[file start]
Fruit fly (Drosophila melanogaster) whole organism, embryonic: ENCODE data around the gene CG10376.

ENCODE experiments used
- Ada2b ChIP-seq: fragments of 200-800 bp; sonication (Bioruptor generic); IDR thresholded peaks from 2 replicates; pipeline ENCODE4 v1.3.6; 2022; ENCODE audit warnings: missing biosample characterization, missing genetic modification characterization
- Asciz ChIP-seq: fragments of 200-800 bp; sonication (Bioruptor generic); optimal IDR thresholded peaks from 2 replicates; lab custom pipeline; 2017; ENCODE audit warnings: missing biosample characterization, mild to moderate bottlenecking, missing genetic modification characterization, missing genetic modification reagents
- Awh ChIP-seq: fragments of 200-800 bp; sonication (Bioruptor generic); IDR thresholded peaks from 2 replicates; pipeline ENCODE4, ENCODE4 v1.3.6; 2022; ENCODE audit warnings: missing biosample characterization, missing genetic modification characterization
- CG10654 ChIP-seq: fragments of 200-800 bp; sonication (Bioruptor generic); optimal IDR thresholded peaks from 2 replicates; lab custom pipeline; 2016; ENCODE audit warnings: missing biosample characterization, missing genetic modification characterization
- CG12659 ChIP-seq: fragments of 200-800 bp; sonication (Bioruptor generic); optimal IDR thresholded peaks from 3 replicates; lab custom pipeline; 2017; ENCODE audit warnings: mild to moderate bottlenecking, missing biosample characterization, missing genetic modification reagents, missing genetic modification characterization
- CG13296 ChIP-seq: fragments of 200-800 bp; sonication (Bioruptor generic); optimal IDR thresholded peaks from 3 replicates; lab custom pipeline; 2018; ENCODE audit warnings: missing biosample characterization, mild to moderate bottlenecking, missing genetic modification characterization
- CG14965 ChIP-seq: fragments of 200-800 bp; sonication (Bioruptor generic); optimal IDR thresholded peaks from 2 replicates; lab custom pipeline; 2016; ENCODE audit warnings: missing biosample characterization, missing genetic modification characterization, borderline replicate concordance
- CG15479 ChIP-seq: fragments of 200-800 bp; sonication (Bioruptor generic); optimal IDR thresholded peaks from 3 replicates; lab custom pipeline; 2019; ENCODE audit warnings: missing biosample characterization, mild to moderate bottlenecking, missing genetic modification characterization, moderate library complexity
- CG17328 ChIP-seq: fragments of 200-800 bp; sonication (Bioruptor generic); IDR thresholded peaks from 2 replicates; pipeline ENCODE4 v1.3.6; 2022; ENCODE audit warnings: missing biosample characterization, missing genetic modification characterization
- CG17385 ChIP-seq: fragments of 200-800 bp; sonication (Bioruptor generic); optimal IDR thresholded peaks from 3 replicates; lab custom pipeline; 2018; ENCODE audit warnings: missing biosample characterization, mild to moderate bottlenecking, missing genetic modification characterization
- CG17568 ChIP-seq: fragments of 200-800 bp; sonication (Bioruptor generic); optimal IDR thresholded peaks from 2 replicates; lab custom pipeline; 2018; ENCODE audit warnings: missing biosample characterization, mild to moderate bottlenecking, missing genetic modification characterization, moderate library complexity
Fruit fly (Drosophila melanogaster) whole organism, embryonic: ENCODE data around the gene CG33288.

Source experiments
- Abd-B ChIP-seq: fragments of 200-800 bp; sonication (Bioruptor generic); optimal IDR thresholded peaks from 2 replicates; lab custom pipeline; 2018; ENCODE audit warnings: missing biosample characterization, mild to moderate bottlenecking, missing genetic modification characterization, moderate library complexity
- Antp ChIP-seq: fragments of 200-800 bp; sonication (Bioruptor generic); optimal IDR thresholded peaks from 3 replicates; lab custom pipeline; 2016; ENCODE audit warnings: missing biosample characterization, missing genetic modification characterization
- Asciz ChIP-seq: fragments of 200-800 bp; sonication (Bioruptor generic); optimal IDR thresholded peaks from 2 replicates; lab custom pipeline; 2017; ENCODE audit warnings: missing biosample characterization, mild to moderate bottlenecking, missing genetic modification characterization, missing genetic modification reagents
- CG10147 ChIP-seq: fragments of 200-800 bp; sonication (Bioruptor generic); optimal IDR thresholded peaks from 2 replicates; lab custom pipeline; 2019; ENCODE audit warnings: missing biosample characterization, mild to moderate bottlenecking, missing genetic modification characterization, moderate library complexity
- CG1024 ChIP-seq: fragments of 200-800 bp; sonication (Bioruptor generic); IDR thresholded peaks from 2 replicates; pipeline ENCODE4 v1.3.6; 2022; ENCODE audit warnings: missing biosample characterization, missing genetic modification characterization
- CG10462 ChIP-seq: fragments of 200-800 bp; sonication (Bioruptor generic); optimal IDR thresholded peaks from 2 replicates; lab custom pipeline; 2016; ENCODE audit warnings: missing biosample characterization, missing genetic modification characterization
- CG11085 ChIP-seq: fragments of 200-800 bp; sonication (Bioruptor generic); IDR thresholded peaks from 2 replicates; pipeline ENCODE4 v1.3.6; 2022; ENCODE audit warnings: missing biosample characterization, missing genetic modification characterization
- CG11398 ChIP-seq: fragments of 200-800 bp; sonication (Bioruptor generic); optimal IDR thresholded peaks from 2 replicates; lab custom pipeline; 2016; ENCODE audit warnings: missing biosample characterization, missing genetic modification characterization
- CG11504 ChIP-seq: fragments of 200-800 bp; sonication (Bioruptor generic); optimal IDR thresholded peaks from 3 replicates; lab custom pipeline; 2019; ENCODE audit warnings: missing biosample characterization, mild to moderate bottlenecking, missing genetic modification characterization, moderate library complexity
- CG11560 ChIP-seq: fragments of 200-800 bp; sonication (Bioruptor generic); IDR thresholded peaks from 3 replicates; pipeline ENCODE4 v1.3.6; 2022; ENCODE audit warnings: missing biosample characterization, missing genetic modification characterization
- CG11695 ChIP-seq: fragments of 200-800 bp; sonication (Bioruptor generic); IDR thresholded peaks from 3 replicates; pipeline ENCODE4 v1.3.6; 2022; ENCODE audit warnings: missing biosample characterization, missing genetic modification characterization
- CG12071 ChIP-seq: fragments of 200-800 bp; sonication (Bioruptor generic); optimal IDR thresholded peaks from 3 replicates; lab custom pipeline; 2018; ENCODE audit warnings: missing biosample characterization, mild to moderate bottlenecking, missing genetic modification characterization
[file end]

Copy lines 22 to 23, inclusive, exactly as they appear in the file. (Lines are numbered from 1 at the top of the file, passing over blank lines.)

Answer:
- CG11085 ChIP-seq: fragments of 200-800 bp; sonication (Bioruptor generic); IDR thresholded peaks from 2 replicates; pipeline ENCODE4 v1.3.6; 2022; ENCODE audit warnings: missing biosample characterization, missing genetic modification characterization
- CG11398 ChIP-seq: fragments of 200-800 bp; sonication (Bioruptor generic); optimal IDR thresholded peaks from 2 replicates; lab custom pipeline; 2016; ENCODE audit warnings: missing biosample characterization, missing genetic modification characterization